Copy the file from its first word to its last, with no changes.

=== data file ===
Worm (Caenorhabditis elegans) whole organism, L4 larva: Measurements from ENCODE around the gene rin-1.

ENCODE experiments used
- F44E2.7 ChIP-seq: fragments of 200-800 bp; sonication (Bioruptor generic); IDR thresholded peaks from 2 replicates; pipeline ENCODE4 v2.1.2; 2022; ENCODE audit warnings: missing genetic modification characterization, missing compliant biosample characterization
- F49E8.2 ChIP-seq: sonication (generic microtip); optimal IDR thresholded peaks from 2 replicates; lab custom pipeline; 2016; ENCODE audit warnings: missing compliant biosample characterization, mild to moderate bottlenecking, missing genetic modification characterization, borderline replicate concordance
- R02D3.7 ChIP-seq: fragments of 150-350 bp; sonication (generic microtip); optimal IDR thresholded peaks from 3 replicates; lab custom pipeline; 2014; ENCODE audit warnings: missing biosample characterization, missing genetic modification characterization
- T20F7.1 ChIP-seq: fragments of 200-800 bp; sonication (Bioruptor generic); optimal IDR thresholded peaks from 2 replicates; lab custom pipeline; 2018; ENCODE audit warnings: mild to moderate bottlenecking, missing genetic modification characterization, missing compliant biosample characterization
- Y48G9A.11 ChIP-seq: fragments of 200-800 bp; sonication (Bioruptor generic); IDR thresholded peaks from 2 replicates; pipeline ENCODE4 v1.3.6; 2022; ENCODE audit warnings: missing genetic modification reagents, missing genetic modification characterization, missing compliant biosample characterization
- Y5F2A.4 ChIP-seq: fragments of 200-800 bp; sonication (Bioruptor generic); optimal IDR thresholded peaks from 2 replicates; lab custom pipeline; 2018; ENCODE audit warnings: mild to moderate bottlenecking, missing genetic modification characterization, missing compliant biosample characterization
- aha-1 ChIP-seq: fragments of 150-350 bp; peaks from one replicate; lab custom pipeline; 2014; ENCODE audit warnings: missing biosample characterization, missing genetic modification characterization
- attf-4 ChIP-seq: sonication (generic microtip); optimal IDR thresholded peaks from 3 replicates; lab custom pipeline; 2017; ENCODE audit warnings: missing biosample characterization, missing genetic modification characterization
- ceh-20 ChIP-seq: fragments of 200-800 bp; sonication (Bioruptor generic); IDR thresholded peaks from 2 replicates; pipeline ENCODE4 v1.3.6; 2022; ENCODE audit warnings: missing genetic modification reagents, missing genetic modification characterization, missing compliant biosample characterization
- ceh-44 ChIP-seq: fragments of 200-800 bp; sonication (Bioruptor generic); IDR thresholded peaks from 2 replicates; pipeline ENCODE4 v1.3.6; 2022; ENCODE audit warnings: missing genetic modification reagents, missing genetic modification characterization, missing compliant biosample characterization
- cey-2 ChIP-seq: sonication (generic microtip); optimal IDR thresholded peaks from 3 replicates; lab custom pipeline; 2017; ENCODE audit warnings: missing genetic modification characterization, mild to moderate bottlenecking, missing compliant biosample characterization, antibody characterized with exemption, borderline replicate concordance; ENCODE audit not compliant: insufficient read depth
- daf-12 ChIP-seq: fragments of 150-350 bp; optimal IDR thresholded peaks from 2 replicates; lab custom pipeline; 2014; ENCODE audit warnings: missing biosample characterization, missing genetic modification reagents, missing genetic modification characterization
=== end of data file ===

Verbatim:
Worm (Caenorhabditis elegans) whole organism, L4 larva: Measurements from ENCODE around the gene rin-1.

ENCODE experiments used
- F44E2.7 ChIP-seq: fragments of 200-800 bp; sonication (Bioruptor generic); IDR thresholded peaks from 2 replicates; pipeline ENCODE4 v2.1.2; 2022; ENCODE audit warnings: missing genetic modification characterization, missing compliant biosample characterization
- F49E8.2 ChIP-seq: sonication (generic microtip); optimal IDR thresholded peaks from 2 replicates; lab custom pipeline; 2016; ENCODE audit warnings: missing compliant biosample characterization, mild to moderate bottlenecking, missing genetic modification characterization, borderline replicate concordance
- R02D3.7 ChIP-seq: fragments of 150-350 bp; sonication (generic microtip); optimal IDR thresholded peaks from 3 replicates; lab custom pipeline; 2014; ENCODE audit warnings: missing biosample characterization, missing genetic modification characterization
- T20F7.1 ChIP-seq: fragments of 200-800 bp; sonication (Bioruptor generic); optimal IDR thresholded peaks from 2 replicates; lab custom pipeline; 2018; ENCODE audit warnings: mild to moderate bottlenecking, missing genetic modification characterization, missing compliant biosample characterization
- Y48G9A.11 ChIP-seq: fragments of 200-800 bp; sonication (Bioruptor generic); IDR thresholded peaks from 2 replicates; pipeline ENCODE4 v1.3.6; 2022; ENCODE audit warnings: missing genetic modification reagents, missing genetic modification characterization, missing compliant biosample characterization
- Y5F2A.4 ChIP-seq: fragments of 200-800 bp; sonication (Bioruptor generic); optimal IDR thresholded peaks from 2 replicates; lab custom pipeline; 2018; ENCODE audit warnings: mild to moderate bottlenecking, missing genetic modification characterization, missing compliant biosample characterization
- aha-1 ChIP-seq: fragments of 150-350 bp; peaks from one replicate; lab custom pipeline; 2014; ENCODE audit warnings: missing biosample characterization, missing genetic modification characterization
- attf-4 ChIP-seq: sonication (generic microtip); optimal IDR thresholded peaks from 3 replicates; lab custom pipeline; 2017; ENCODE audit warnings: missing biosample characterization, missing genetic modification characterization
- ceh-20 ChIP-seq: fragments of 200-800 bp; sonication (Bioruptor generic); IDR thresholded peaks from 2 replicates; pipeline ENCODE4 v1.3.6; 2022; ENCODE audit warnings: missing genetic modification reagents, missing genetic modification characterization, missing compliant biosample characterization
- ceh-44 ChIP-seq: fragments of 200-800 bp; sonication (Bioruptor generic); IDR thresholded peaks from 2 replicates; pipeline ENCODE4 v1.3.6; 2022; ENCODE audit warnings: missing genetic modification reagents, missing genetic modification characterization, missing compliant biosample characterization
- cey-2 ChIP-seq: sonication (generic microtip); optimal IDR thresholded peaks from 3 replicates; lab custom pipeline; 2017; ENCODE audit warnings: missing genetic modification characterization, mild to moderate bottlenecking, missing compliant biosample characterization, antibody characterized with exemption, borderline replicate concordance; ENCODE audit not compliant: insufficient read depth
- daf-12 ChIP-seq: fragments of 150-350 bp; optimal IDR thresholded peaks from 2 replicates; lab custom pipeline; 2014; ENCODE audit warnings: missing biosample characterization, missing genetic modification reagents, missing genetic modification characterization